The Union government on Thursday cracked down on illegal information leaks from the petroleum and natural gas ministry. Delhi Police detained two employees of the ministry and three other persons for allegedly leaking confidential information. One of them is an employee of Reliance Industries Ltd (RIL), the country’s largest private sector oil company.
A clerical staff and a peon in the ministry were apprehended by the police. “We have been looking into this case for a long time. One of the persons is a driver and the other is a former multi-tasking staff. They were leaking official documents to certain unofficial persons for money,” Delhi Police chief B S Bassi told journalists.
RIL said it had launched “an internal probe” into the detention of its employee. “The matter is under investigation according to law and we are determined to cooperate in every possible manner,” said an RIL official, adding no information from the ministry was of any commercial consequence to the company.
“We are in arbitration and our only expectation is an expeditious resolution in line with our legal rights and contentions.”
The Centre has already tightened screws on information flow from ministries. Officials have been barred from talking to the media. Petroleum and power ministries have decided to install CCTV cameras in their corridors. Even Prime Minister Narendra Modi has asked his ministers to maintain distance from the media, a senior minister in the government had earlier told Business Standard.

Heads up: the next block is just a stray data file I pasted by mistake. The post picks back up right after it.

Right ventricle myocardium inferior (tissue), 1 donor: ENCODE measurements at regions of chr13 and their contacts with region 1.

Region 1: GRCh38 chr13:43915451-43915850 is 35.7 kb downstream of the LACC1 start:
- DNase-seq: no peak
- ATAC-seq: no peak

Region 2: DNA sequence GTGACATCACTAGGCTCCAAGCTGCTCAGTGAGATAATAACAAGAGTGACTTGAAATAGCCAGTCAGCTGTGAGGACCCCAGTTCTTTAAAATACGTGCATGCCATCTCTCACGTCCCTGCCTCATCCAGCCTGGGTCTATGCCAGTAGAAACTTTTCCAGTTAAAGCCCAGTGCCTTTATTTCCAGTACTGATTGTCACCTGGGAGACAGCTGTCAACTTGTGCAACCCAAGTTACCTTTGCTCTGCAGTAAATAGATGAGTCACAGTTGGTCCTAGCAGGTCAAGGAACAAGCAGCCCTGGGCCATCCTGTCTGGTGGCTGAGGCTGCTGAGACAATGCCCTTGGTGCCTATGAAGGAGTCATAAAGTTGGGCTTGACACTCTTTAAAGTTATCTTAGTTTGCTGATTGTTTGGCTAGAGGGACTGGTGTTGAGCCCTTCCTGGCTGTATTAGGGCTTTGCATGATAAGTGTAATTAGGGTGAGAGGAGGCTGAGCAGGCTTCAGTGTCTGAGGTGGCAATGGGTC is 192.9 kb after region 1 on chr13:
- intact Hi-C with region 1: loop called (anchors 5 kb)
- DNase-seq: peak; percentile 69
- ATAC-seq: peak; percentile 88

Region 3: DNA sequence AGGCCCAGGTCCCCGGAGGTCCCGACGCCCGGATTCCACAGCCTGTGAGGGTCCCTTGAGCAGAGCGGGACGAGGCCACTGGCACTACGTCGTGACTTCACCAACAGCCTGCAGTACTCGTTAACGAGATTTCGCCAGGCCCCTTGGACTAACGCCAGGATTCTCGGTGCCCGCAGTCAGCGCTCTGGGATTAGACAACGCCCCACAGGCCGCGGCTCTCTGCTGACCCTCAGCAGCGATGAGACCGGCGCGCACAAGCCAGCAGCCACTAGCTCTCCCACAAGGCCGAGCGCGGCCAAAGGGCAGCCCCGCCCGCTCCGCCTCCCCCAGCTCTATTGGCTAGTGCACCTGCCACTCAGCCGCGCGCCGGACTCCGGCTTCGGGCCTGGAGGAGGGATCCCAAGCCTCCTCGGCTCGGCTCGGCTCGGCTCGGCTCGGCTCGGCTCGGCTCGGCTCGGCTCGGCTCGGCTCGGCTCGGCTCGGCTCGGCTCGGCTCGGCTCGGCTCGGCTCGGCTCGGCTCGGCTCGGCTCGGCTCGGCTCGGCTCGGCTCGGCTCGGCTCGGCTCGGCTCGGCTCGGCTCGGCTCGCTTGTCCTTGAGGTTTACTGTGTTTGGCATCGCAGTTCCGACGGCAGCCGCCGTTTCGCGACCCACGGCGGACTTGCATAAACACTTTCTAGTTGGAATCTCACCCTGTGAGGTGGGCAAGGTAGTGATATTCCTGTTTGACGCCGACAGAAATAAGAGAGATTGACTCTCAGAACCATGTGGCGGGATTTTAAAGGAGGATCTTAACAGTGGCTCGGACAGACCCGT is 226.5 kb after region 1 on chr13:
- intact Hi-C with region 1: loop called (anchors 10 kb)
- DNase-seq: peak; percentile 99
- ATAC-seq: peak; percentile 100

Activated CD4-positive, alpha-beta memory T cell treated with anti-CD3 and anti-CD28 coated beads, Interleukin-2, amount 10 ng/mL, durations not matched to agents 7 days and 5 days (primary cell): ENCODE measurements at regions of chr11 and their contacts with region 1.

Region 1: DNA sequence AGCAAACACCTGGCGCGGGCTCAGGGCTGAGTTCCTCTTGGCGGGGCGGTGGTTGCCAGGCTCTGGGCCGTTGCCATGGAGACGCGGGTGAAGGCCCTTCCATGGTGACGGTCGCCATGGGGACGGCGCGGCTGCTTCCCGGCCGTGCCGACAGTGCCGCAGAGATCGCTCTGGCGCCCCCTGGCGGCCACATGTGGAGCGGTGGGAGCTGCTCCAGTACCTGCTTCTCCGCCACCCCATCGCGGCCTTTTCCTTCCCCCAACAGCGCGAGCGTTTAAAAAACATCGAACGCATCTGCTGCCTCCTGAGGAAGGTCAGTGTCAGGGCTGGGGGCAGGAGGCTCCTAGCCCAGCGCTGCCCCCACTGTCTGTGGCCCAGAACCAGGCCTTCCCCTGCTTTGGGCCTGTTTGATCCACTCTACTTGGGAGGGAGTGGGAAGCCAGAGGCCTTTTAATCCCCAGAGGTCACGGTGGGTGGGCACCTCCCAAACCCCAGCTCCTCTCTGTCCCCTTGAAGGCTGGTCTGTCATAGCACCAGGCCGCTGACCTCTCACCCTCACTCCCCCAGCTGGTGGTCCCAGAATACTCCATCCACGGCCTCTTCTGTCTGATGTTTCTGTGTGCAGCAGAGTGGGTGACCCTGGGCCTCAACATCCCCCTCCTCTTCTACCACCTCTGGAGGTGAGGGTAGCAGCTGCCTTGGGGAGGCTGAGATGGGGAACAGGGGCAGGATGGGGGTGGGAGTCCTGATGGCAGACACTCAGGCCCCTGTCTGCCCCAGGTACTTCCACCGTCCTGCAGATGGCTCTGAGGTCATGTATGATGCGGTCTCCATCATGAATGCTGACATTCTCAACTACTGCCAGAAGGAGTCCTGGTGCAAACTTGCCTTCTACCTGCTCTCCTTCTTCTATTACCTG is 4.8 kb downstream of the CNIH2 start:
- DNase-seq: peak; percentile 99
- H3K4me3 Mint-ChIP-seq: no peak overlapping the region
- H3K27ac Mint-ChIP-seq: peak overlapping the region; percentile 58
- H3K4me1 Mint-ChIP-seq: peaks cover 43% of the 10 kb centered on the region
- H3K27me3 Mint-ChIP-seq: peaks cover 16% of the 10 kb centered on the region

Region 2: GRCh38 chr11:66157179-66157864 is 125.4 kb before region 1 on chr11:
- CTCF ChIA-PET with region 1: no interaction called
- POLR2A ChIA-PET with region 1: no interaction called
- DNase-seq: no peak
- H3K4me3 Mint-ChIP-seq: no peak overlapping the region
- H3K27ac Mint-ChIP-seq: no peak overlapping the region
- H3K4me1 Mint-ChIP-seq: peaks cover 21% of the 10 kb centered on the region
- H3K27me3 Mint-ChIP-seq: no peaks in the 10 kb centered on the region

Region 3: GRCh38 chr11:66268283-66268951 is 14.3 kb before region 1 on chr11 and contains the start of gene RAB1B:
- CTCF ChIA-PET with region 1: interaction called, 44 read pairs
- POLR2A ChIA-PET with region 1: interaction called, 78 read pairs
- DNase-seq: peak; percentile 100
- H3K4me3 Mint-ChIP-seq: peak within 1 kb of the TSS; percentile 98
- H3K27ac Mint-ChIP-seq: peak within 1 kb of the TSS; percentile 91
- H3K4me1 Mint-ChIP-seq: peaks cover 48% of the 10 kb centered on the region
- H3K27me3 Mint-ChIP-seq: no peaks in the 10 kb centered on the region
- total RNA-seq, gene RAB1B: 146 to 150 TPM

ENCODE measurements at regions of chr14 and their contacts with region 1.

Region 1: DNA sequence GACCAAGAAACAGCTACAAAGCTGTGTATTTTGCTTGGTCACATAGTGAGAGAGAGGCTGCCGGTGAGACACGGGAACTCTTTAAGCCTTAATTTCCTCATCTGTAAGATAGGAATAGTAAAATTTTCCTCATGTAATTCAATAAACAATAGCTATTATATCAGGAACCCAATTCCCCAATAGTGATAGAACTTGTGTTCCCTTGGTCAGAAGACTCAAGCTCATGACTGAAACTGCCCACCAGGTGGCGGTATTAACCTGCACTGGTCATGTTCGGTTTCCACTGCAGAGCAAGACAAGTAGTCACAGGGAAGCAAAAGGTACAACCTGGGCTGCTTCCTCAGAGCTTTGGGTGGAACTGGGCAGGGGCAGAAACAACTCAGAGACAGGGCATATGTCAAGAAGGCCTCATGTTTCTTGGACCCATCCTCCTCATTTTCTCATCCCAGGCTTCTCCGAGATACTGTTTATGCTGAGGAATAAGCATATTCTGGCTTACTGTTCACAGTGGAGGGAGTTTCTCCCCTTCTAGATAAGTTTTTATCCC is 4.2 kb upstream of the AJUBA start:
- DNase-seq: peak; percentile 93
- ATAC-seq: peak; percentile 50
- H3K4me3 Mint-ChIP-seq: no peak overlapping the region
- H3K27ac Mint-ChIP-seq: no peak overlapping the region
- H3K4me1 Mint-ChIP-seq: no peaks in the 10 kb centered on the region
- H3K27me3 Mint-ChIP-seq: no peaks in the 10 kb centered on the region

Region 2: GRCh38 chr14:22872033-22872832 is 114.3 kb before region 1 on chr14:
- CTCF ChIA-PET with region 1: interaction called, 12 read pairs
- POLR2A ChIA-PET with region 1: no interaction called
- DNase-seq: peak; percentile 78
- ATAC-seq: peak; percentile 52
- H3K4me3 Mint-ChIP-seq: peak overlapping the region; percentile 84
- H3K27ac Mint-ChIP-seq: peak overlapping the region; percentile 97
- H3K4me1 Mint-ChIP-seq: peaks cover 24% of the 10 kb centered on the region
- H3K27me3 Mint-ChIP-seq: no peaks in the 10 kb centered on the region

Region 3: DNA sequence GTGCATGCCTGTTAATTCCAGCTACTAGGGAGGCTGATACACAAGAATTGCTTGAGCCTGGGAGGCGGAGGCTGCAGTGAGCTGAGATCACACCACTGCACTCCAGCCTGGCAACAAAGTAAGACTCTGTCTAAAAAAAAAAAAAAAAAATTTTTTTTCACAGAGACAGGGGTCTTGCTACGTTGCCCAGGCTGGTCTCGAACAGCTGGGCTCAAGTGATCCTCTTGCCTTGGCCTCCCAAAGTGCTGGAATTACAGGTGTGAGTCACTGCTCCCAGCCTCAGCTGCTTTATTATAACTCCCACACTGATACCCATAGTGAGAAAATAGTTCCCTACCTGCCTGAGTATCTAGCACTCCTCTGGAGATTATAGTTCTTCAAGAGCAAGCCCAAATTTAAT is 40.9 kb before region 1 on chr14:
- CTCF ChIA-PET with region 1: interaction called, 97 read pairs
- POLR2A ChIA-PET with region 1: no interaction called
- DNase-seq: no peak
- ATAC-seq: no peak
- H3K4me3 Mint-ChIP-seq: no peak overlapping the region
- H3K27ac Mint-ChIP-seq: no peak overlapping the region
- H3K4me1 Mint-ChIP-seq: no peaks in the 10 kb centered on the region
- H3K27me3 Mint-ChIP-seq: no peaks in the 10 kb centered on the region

Delhi Police had set a trap in Shastri Bhawan, which houses the petroleum ministry. The accused used to enter the ministry using false papers and steal documents to sell them, Bassi said. Delhi Police is under the control of the Union home ministry.
The five persons were identified as Lalta Prasad, Rakesh Kumar, Raj Kumar Chaubey, Asharam and Ishwar Singh. A team of police officials apprehended the first three outside Shashtri Bhawan after they had allegedly stolen documents in the night of February 17. The other two were apprehended after interrogation. The police recovered duplicate keys of the ministry’s offices, and forged identity cards and passes.
Bassi said the police were yet to study the nature of the documents leaked and understand if the provisions of the Official Secrets Act could be used against the five persons.
RIL employees have had a brush with the government on information leaks in the past, too. V Balasubramaniam (Balu), an employee in the undivided Reliance was charged under the Official Secrets Act in 1998 for allegedly being in possession of confidential government documents. These documents included a Cabinet Secretariat paper on “Challenges of Economic Sanctions Against India” and minutes of a core group of secretaries on disvestment. The document was alleged to have been faxed to two Mumbai numbers from Balu’s office. Besides, there were documents relating to proposals for customs and excise duties on oil and oil products.
Petroleum and Natural Gas Minister Dharmendra Pradhan said, “We had put surveillance on them, the police is also investigating. They [suspects] will be severely dealt with. This is unfortunate for free and fair governance.”
Jaipal Reddy, Union petroleum minister in the Congress-led United Progressive Alliance government, had also clamped down on information leaks from the ministry. Many officials of the lower bureaucracy were transferred and asked to explain leaks. No police action was, however, taken.